Take Away All-Star Games

When private sports organizations started decades ago, the opportunity it provided children to experience the thrill of tournament play was great because there was no other way to experience it. But that is not the case anymore–the number of travel teams seems to grow exponentially every year. Thus, the opportunity for tournament play abounds. There are numerous travel teams for which those parents and children seeking that can play.

At its core, recreational athletics is all-inclusive; all-star competition is not. Recreation administrators need to take a step back and reassess all-star participation. Is it truly in the best interests of an athletics program, or is it a program better left to the travel organizations?

Mark W. Moore, is the assistant director for the Botetourt County Parks, Recreation & Tourism department in Virginia. He can be reached via e-mail at mmoore@BOTETOURTVA.US.

Page 2 of 2 | Previous page

Related posts:

  1. Politics, Religion … And All-Star Games
  2. Bench All-Star Games
  3. Get Your Kicks
  4. Sizing Up Scoring
  5. Games, Sports And Athletics

3 comments on “Take Away All-Star Games

  1. David Coleman on said:

    One of your points seems to be that since travel ball offers the elite players a venue to perform, Little Leagues should no longer offer All-Star opportunities because they are not all-inclusive, and in return, all players can play more games. In my experience as a coach, most of the players are satisfied with the length of the schedule and want to move on to other things, but the players with a higher degree of passion welcome more games against tougher competition. If Little Leagues omit All-Stars, those players who have the skill and passion to become All-Stars would, most likely, move on to other organizations, and in their wake many Little Leagues would suffer, not only from the lack of players, but from the influence of the passion and presence.

    It’s not like they gather all of the players together and select the All-Stars gym-style while the non-selected players slump away embarrassed. At some point we need to prepare our youth for life in the real world. I’m sure that most of us were not awarded our jobs just becasue we filled out an application, but because we were placed into a competitive situation. Let’s teach our kids to handle rejection. Who knows, maybe some of these players will work harder and be an All-Star someday, isn’t that what we’d like to teach our youth?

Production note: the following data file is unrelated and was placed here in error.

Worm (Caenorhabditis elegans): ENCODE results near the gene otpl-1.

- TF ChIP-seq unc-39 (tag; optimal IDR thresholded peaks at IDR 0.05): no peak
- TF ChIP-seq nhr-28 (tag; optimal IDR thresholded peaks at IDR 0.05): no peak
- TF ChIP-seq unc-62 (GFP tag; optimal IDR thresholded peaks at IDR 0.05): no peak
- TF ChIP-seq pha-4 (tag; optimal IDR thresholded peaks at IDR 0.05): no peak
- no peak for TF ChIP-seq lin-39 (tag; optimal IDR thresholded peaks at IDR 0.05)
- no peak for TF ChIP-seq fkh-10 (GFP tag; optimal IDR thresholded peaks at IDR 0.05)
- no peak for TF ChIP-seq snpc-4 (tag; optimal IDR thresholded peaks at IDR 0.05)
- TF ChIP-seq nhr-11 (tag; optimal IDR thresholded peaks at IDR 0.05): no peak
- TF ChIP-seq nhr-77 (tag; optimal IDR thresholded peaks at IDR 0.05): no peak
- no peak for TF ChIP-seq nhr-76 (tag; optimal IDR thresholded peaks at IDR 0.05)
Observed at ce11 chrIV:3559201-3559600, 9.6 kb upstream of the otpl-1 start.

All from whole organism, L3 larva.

2. Pam Vanderkolk on said:

    I sang while reading your article. It is an issue we deal with here in our community every year. I actually had one of the league reps tell me from another community that they weren’t sure they wanted to continue to “allow” us in the league because some of our teams aren’t competitive enough! They told me I needed to “lose the recreation mentality”! I was pretty sure when I answered the phone that day I did say “Parks & Recreation Dept.” so since that’s what I’m paid to do and it’s what I believe in, I won’t be changing my ways anytime soon! The other issue is we start the seasons so early that we have to deal with so many rainouts and by the time the season ends (one age group is done Mid-June) the diamonds are just starting to look good and the weather is great but the season is over and the parks are empty and 90 percent of the players are now bored with nothing to do. How very sad! Thank you for a great article!

  3. Billy Moore on said:

    All Stars can be ok or can be a real negative. If they interfere with the overall youth season it is not a positive. Our local baseball league ends the first week of June so the rest of the summer can be for allstar play. Games and practices are so early in March that there are times teams are practicing in 30 degree weather. Then when the summer comes there is no baseball for most of the kids. On the other hand, we have gifted programs for academically advanced children. If allstars are done properly it can be a good thing. It should never negatively impact the league as a whole. A bigger problem may be in house with youth leagues. The keeping of standings has more negative impact on the overall league. Coaches wanting to win the “championship” play the best kids more and the lesser skilled kids play way less. You can legislate playtime rules til the cows come home, but there are always a few coaches who are going to abuse those rules. Not keeping standings, while not completely elinminating that, doeas help.

Leave a Reply

Your email address will not be published. Required fields are marked *

*

HTML tags are not allowed.

  • Columns
  • Departments